Our self-catering accommodation, Quintamar, was set in a rural location, and dripped with wildlife. Literally, for the swimming pool was actually a lilypad-clad, herp-rich natural pool. Iberian Water Frogs abounded (more of them later), but the top-notch denizen was at least two Viperine Water Snakes that we saw on several days, either secluded under stones or hunting out on the water. It was rather fun to be wetsuited-and-booted with a serpent weaving around me.
It was a 10-minute drive to the coast, and some decent birding habitat: saltpans and estuary. I found the area directly east of Santa Luzia to be particularly profitable; access from between SL and Tavira, along the track signposted Sopursal. Bird either side of the track as far as the 'privada' sign. Audouin's Gull was common here, and there were plenty of Slender-billed Gulls. These are proper pretty gulls - not like those nasty large white-headed, taxonomically bewildering things that my British birding friends obsess about.
I spent several happy (if slightly chilly) hours photographing the frogs from within the pool, eventually plucking up courage to move from Canon G11 in waterproof housing to carefully balanced Canon 1DX ii on floats.
There were plenty of birds around the Quinta. Up to 300 Med Gulls flew over each night, a flock of 14 Red-rumped Swallow drank at the pool, two Montagu's Harriers lazed over, and vismig included Hawfinches and Bramblings. Iberian Magpies, Serins, Crested Larks, Black Redstarts, Zitting Cisticolas, Sardinian Warblers, Blackcaps, Common Chiffchaffs, and Common Waxbills inhabited the garden. Little and Long-eared Owls were seen nearby.
Despite turning many stones, and scouring many trees, I only managed two other - predictable - herps: Turkish and Moorish Geckos.
There were bigger birds too (Greater Flamingoes, Spoonbills) and smaller ones (Bluethroats prancing around, waxbills, cisticolas, Sards and the rest).
The salt pans were covered with waders. Flocks of Dunlin and Sanderling harboured several Little Stints and the odd Temminck's. Ringed Plovers outnumbered Kentish. Black-tailed Godwits (some colour-flagged) waded alongside Black-winged Stilts. Avocets were commonplace. Greenshanks loped and Redshanks enervated. Whimbrels stuttered as Grey Plovers piped. Common Snipe skulked and fled. I'm struggling to think of anywhere in the UK where I could see such diversity in decent numbers. It was good birding.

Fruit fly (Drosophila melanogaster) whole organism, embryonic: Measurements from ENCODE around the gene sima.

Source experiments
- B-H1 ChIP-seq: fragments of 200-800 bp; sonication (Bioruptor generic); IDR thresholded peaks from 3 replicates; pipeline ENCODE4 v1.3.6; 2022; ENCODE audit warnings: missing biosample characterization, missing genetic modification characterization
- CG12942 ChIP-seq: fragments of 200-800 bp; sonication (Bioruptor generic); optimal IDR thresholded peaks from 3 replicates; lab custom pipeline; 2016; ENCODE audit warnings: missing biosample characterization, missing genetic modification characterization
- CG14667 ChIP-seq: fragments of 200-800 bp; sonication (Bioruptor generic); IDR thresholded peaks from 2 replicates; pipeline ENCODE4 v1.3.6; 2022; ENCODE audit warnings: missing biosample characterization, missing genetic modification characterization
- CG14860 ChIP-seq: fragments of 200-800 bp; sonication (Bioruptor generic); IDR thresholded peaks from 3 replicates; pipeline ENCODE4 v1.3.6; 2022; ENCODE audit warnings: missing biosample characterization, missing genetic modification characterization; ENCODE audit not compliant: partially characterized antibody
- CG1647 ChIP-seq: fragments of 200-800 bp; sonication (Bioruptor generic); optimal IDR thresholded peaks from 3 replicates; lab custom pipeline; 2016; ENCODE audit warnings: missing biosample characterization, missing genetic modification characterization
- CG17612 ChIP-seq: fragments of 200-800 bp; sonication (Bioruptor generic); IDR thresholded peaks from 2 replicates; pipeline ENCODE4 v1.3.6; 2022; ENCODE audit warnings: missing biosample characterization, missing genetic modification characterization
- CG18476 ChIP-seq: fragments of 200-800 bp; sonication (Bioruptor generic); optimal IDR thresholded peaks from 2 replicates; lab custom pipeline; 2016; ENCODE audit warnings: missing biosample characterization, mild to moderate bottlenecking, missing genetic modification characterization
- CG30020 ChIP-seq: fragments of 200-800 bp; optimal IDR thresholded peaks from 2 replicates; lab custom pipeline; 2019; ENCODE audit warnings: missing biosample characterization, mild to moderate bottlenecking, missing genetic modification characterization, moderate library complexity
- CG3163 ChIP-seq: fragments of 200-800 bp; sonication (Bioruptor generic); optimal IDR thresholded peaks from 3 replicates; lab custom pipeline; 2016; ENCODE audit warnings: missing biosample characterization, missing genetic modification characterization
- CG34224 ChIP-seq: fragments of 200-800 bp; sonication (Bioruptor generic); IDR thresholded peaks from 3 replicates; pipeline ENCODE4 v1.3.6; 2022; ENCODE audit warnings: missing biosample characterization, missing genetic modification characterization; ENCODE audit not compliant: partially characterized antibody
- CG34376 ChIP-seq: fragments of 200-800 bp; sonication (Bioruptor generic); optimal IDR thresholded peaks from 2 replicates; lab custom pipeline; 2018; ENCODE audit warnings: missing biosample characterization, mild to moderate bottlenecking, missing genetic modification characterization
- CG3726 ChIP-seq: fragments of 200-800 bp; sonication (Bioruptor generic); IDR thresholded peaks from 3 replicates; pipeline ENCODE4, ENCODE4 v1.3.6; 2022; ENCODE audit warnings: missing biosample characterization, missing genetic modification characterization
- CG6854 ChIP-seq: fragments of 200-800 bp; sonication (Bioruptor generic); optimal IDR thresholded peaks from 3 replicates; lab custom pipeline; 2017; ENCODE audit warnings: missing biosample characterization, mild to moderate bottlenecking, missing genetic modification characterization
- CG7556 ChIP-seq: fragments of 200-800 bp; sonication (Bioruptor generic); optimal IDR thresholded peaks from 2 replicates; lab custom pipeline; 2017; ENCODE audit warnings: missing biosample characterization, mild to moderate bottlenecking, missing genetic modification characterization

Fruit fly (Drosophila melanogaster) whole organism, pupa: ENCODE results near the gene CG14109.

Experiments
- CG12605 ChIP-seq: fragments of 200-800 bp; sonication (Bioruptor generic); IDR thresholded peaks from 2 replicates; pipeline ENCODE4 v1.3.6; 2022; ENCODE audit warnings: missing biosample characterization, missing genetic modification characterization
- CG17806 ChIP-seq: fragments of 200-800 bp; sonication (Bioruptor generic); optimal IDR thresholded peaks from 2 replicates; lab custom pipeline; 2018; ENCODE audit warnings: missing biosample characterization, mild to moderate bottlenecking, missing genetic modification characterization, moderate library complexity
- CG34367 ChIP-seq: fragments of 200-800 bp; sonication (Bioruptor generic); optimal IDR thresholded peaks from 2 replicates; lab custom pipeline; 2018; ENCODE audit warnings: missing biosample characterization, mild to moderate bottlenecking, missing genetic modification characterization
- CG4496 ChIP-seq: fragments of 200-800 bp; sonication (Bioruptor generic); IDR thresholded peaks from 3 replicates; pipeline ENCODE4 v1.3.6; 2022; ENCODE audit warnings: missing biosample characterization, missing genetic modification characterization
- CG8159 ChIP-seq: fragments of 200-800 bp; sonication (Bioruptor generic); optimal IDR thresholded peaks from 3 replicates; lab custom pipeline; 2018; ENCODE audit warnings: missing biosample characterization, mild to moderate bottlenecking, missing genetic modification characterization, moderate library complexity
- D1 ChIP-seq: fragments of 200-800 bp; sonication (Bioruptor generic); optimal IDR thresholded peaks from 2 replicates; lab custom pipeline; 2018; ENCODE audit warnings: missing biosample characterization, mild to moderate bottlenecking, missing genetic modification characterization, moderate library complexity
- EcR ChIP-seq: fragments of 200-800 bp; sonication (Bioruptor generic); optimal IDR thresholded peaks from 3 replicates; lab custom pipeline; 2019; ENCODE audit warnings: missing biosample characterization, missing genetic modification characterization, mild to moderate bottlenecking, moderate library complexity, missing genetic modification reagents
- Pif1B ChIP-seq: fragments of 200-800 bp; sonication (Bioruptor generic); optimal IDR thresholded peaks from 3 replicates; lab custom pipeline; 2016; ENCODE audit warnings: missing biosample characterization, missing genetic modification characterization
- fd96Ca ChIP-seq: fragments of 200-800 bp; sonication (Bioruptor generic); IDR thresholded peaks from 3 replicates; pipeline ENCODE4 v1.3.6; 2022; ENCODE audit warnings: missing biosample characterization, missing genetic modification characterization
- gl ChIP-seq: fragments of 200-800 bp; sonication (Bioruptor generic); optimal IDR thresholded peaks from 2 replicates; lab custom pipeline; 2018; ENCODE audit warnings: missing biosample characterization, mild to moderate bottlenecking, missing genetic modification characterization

Maya and I escaped to the Algarve (Portugal) this half-term, in the company of some friends. We stayed north of Santa Luzia, west of Tavira, towards the eastern end of the famed coast. Single-parenting and co-familying meant that there wasn't scope for serious wildlife-watching, and my cracks at Mediterranean Chameleon, Egyptian Mongoose and Common Genet ended in failure. Nevertheless, I snapped up the limited opportunities that presented themselves, managed a few pleasing images - and fermented some late research for 52 Wildlife Weekends to boot.
My favourite critter of the trip was European Fiddler Crab. These were easy to see along the boardwalk leading south to the beach from Pedra das Reas, and along the estuary-front in Santa Luzia. Cracking creatures, waving that gigantic single claw at anyone who approached before scuttling down their conveniently located hole.
It was particularly fun to watch the frogs predate dragonflies visiting the pond. A few Emperors were the largest, with three species of darter (abundant Red-veined, a couple of Common and one Scarlet) the highlight. A few 'Blue-tailed' were the only damselfly, although - truth be told - I probably need to check photos to confirm that it's not an odd Ischnura down here.
With amazing numbers of migrant moths in southwest Britain recently, I was hoping that the house lights might attract a few species. And indeed they did - although I am struggling with a few identifications. Vestal were common, with Rusty-dot Pearl, Dark Mottled Willow, Crimson Speckled and Purplish Marbled among others to which I could easily put a name. Beyond that, however...